Many times I've heard people say that Miami Dolphins owner Stephen Ross is a bit incompetent. He's even shown himself to be just that with how he handled the attempted in-season hiring of Jim Harbaugh in 2011 while Tony Sparano was still the head coach in Miami.
Even so, how can a multi-billionare real estate fiend be incompetent? Well, that's exactly what I intend to shed light on today.
Despite witnessing Ross' low-blow move on Tony Sparano, I've always had a certain respect and admiration for Ross because he's an owner who wants to win and is willing to do (and spend) whatever it takes to do so.
But after a dissection of this franchise, and the front office, it became clear to me one crucial mistake. Ross has no established Vice President of Football Operations, a position in charge of the entire football side of the organization. Instead Ross has the people involved with the football side of things, Head Coach Joe Philbin and General Manager Dennis Hickey, report straight to him.
This was the big controversy last offseason during the Dolphins' GM search. The question was what GM would want to come to Miami with this power structure in place?
That "report-straight-to-me" structure that has Ross lying at the top collecting reports from his head coach and general manager, essentially putting the two positions on level ground, is a problem.
Instead of reporting to a football guy who not only possess knowledge of what they are trying to accomplish, but can also provide viable alternatives, the GM and HC report straight to Ross himself.
This is where Ross gets himself in trouble. Winning starts at the top of any organization, and Ross has put himself in a position, right or wrong, to be the blame of Miami's lack of winning.
It's Ross's eagerness to see the Dolphins succeed that drives this decision. Ross wants to be involved with the decisions to ensure that they are the right ones, but Ross doesn't possess enough football knowledge to genuinely know if what he is hearing is correct.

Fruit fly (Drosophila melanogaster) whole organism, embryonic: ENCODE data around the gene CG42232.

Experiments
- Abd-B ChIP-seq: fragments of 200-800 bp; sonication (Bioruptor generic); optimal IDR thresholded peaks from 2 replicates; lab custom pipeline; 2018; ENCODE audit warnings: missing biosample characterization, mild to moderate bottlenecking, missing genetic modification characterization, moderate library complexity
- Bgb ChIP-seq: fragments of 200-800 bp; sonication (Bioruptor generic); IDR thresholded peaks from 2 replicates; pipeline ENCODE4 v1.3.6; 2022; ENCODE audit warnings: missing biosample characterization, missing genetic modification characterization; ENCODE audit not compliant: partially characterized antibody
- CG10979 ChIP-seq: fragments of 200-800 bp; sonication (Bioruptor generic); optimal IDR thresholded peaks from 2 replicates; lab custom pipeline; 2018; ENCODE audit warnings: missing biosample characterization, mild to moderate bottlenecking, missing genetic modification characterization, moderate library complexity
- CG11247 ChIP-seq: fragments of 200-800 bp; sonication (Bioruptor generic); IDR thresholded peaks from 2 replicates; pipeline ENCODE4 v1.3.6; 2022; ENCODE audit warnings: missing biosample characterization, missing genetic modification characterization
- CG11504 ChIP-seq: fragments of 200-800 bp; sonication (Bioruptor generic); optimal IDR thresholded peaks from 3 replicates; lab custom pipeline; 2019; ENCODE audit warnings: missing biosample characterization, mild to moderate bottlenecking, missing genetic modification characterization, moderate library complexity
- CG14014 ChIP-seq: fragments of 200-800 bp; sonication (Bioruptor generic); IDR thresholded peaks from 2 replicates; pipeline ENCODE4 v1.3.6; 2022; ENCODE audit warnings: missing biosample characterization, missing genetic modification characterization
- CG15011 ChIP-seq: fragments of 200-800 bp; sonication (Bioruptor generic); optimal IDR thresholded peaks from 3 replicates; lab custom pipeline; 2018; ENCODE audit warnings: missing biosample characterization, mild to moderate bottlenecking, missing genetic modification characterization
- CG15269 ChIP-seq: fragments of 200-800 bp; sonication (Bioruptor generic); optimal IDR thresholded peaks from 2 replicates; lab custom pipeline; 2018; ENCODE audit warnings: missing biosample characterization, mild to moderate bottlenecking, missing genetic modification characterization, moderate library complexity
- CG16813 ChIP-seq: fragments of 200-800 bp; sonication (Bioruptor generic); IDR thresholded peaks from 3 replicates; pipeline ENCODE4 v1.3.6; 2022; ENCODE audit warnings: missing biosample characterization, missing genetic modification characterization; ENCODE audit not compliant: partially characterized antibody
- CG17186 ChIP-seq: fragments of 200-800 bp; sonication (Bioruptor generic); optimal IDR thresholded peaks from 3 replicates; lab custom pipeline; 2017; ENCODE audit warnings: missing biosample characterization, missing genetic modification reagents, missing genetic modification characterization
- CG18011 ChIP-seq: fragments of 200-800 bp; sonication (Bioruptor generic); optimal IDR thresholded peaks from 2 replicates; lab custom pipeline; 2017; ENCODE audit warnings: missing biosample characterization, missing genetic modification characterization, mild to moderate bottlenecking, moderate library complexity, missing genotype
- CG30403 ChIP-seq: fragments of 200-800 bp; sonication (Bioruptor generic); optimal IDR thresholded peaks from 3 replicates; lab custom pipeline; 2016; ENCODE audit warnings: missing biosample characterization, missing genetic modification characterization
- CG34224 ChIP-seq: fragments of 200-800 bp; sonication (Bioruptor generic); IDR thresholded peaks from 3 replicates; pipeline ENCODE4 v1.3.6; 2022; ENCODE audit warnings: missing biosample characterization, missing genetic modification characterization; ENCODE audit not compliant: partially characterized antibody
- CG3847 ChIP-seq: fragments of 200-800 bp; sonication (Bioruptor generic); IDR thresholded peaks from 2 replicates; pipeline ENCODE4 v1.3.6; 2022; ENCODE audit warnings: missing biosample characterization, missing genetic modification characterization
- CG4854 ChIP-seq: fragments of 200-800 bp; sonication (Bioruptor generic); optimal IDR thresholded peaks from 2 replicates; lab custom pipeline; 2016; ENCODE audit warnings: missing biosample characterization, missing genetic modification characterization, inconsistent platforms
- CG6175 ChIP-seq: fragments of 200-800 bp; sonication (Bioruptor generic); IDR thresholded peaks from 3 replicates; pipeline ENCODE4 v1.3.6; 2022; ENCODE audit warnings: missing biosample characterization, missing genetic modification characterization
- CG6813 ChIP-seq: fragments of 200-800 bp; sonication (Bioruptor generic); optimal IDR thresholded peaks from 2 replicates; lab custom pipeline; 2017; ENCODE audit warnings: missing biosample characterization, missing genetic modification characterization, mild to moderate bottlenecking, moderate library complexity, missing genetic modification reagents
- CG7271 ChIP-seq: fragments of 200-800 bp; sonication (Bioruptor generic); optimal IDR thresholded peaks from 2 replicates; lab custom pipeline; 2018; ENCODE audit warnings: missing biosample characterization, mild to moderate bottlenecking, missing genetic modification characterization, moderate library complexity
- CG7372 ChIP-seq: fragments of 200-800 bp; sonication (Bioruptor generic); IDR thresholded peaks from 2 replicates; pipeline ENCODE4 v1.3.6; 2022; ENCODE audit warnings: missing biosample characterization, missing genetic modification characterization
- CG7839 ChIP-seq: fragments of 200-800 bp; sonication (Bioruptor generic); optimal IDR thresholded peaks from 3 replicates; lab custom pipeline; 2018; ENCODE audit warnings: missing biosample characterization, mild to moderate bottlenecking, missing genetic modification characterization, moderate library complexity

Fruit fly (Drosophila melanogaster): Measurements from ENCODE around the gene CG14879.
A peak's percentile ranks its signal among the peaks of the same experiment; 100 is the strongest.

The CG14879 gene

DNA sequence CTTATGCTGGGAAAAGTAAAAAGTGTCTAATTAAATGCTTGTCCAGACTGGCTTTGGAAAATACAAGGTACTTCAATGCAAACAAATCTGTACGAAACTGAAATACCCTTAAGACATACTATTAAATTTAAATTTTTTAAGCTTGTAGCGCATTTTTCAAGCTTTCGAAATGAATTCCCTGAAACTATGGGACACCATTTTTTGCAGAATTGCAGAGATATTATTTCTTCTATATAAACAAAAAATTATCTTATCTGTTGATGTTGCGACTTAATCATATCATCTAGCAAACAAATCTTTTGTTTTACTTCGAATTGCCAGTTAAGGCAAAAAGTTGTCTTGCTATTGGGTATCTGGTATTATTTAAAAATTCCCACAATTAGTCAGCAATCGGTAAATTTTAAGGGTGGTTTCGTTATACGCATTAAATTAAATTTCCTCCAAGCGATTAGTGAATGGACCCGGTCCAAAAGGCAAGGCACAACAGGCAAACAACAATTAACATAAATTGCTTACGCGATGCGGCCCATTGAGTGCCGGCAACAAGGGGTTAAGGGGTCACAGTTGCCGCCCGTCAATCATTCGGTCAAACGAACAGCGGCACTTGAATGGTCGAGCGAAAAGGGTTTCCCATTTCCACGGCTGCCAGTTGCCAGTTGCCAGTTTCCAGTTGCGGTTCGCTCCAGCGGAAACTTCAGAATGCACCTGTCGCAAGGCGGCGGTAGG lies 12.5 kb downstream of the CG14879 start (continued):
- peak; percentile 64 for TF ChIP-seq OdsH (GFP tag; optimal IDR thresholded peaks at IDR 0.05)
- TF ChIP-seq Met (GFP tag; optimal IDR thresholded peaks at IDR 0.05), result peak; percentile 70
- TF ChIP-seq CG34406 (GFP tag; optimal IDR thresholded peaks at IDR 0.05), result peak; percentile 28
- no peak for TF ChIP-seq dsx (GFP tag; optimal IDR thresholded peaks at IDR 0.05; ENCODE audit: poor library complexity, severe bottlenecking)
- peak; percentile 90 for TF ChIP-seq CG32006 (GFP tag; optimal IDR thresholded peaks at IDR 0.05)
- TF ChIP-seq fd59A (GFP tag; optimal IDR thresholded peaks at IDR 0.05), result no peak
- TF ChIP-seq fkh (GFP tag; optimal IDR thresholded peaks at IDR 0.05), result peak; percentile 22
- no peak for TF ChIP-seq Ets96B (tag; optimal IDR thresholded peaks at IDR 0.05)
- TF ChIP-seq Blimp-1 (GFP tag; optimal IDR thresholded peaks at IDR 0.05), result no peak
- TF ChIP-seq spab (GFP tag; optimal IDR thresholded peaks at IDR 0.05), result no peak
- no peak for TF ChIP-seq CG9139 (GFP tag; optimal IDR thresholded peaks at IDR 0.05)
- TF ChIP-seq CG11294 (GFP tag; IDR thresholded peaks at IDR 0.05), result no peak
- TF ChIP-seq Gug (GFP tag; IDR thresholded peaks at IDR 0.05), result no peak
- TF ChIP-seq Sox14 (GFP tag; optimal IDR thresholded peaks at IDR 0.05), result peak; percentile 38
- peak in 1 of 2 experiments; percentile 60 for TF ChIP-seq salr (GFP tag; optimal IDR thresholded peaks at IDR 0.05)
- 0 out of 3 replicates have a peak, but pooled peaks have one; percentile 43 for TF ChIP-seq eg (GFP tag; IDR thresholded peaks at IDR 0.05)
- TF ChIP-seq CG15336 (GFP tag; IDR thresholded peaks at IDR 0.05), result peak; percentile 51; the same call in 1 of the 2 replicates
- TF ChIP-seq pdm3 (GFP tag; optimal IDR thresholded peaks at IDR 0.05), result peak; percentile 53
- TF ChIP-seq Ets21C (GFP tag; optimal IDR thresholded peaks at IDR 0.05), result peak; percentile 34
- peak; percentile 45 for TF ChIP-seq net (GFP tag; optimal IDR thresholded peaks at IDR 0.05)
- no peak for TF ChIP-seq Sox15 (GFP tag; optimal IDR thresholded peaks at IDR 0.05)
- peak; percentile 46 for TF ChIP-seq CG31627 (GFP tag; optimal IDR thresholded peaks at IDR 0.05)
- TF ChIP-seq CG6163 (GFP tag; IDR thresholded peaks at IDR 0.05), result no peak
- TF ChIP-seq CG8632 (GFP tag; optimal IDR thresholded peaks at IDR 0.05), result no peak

Sure Ross has his advisors, such as Carl Peterson and Mike Tannenbaum, but people like this almost create a layer of mistrust between Ross and his higher-up employees.
"Ross turns to these advisors, these outside-the-building sources to review the plan I had just ran by him? What do they know about what we're trying to build here?"
If Ross did something as simple as hire one of his advisors into this VP of football operations role, he could join the team, give his insight, provide some leadership and work towards building an identity for this Dolphins team.
The Dolphins lack leadership, trust and clear vision. Ross is far less qualified in football operations than those who he has hired and who are reporting to him, which creates a uprising of doubt. Does this real-estate tycoon even know what he is even looking for? Is he just responding to what he thinks sounds good?
These are the questions that wouldn't have to be asked if Ross had established a qualified VP of football operations to supervise instead of essentially committing himself to that role.
The thing is this-- Ross wants to win. He wants to win so bad that he has his nose a bit to far into things he doesn't quite understand.
That's where he goes wrong and that's what truly makes him an incompetent owner.
It's tough to put blame directly on Ross for not knowing how to build a winning organization. That's something he can hopefully learn in time. Even so, the lack of leadership and winning within his organization is Ross's fault, one way or another.
You could say that too many chefs in the kitchen spoils the stew, but if the lead chef doesn't quite know how to cook then the stew is sure to be spoiled anyway.